What is Lung Cancer?

lung cancer screeningLung cancer – a malignant, abnormal growth of tissue in the lungs – is the second most common type of cancer affecting men and women in the United States, trailing only prostate cancer (in men) and breast cancer (in women).

While this disease is certainly treatable, it can take a while for symptoms to develop and, therefore, may not be detected until it has spread to other parts of your body. This is why it’s so important for those at high risk (see criteria below) to be diligent about receiving regular lung cancer screenings.

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What are the Two Most Common Types of Lung Cancer?

Non-Small Cell Lung Cancer

The majority of lung cancers – around 85% – are classified as non-small cell lung cancers (NSCLC). Most often developed in the outer portions of the lungs, non-small cell lung cancers typically are responsive to surgical treatment if detected early.

Small Cell Lung Cancer

Small cell lung cancer (SCLC) affects about 15% of all lung cancer patients and gets its name from its small, monotonous-looking cells that grow centrally in the lung, near the main air tubes. These cancer cells can spread quickly to the lymph nodes or areas outside of the chest, so this type of lung cancer is often considered more dangerous than non-small cell lung cancer.

Small cell lung cancer has the highest association with cigarette smoking and can affect both active and former smokers. Surgery is not normally recommended. Instead, your doctor may prescribe a combination of chemotherapy and radiation therapy to ensure all cancer cells are targeted.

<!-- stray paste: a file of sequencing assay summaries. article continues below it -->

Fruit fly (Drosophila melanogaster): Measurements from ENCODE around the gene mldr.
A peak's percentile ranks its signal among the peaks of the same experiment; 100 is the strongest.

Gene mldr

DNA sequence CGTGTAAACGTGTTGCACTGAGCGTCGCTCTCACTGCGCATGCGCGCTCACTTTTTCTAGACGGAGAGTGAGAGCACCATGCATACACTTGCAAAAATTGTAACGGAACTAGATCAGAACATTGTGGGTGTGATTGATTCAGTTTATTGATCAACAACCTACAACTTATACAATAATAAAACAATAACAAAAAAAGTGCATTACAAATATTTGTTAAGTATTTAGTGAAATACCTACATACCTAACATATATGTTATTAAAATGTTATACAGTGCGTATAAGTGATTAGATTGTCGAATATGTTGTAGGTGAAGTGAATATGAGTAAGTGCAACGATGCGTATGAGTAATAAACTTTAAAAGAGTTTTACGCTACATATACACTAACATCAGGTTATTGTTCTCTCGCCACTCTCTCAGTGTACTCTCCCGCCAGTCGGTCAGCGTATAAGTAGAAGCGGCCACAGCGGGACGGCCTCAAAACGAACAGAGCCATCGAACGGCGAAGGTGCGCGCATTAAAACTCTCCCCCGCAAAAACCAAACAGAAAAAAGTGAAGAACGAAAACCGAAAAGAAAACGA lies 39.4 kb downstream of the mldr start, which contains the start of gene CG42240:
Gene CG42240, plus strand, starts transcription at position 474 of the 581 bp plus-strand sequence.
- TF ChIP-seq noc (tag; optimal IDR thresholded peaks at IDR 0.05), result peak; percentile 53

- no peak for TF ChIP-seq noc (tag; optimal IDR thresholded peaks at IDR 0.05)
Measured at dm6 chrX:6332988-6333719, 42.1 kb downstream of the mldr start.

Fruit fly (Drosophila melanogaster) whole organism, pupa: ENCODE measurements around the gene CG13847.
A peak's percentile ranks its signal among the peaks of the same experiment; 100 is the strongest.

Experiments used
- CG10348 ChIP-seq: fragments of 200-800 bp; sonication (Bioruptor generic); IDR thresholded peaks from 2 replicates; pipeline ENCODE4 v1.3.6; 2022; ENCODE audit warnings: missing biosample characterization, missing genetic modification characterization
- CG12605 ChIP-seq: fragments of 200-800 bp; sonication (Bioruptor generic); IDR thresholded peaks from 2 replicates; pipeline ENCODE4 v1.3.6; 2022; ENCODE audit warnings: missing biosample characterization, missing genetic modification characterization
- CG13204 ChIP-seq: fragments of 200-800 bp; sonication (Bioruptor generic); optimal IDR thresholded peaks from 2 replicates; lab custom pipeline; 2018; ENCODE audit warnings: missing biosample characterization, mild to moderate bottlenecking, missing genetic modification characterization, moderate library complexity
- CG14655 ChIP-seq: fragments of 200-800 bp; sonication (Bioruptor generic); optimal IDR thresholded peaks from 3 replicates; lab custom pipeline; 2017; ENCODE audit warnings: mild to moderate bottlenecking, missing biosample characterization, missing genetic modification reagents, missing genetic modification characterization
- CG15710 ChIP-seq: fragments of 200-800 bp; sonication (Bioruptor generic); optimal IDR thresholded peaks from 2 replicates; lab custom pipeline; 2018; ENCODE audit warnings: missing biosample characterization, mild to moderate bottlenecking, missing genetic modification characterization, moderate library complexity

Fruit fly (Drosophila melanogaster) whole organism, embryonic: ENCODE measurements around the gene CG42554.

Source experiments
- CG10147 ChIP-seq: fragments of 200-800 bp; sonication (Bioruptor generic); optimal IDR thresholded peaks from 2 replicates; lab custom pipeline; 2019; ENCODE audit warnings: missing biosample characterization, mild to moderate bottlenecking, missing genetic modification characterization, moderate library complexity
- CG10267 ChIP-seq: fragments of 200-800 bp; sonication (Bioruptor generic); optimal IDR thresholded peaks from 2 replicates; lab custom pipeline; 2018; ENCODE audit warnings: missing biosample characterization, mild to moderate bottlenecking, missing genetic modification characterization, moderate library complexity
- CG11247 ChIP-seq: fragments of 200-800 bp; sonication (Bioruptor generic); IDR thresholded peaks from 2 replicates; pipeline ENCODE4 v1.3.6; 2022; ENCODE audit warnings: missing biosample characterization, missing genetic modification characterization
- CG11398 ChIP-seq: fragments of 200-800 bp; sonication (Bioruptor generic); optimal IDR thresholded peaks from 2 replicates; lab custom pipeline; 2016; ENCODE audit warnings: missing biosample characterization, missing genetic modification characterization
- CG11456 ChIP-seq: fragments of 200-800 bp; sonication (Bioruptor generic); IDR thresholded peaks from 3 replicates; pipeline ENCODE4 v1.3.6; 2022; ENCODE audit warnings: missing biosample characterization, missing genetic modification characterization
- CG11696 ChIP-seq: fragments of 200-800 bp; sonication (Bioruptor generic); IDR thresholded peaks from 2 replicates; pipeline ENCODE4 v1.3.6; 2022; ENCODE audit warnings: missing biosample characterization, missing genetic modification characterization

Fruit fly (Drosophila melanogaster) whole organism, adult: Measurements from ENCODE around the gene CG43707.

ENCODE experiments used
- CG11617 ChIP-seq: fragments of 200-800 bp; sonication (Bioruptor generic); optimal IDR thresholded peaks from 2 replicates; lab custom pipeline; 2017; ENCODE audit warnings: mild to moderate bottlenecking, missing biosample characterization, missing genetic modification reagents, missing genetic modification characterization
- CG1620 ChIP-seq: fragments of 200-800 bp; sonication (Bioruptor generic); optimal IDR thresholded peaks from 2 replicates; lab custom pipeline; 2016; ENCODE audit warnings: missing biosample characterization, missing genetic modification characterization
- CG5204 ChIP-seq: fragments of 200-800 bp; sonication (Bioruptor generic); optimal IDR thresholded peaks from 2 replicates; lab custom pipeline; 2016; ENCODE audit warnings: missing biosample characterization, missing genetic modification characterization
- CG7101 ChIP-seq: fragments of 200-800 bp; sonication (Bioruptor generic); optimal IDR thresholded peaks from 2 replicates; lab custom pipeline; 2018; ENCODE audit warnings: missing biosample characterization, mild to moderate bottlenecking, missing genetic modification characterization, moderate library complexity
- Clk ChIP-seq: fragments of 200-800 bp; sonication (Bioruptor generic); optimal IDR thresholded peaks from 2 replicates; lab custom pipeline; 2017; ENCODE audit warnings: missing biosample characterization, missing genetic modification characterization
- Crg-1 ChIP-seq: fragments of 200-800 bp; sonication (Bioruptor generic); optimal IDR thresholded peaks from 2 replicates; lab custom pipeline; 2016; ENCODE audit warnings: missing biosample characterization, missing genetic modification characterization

Causes of Lung Cancer

According to the American Cancer Society, the majority of people diagnosed with lung cancer are 65 years of age or older. Unfortunately, 70% of those are diagnosed with late-stage lung cancer – providing even more reason for high-risk individuals to consider an annual lung cancer screening.

Not surprisingly, tobacco use is the leading cause of lung cancer, and smoking is responsible for 85 to 90% of all lung cancer diagnoses. Second-hand smoke can also increase your risk of lung cancer by as much as 30%.

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It is, however, possible to develop lung cancer even if you’ve never smoked. Adenocarcinoma, a form of non-small cell lung cancer, is the most common lung cancer found in nonsmokers and about 40% of all lung cancers are adenocarcinomas.

Exposure to certain toxic chemicals has also been known to cause lung cancer, including:

  • Asbestos (may cause mesothelioma, a cancer of the outer lining of the lung)
  • Radon gas
  • Uranium
  • Arsenic
  • Coal products

What Are The Signs and Symptoms of Lung Cancer?

The symptoms listed below are not specific to lung cancer, but it’s important to notify your doctor as soon as you experience any, especially if they’re persistent.

  • A cough that does not go away or gets worse
  • Coughing up blood or rust-colored sputum (spit or phlegm)
  • Chest pain that is often worse with deep breathing, coughing or laughing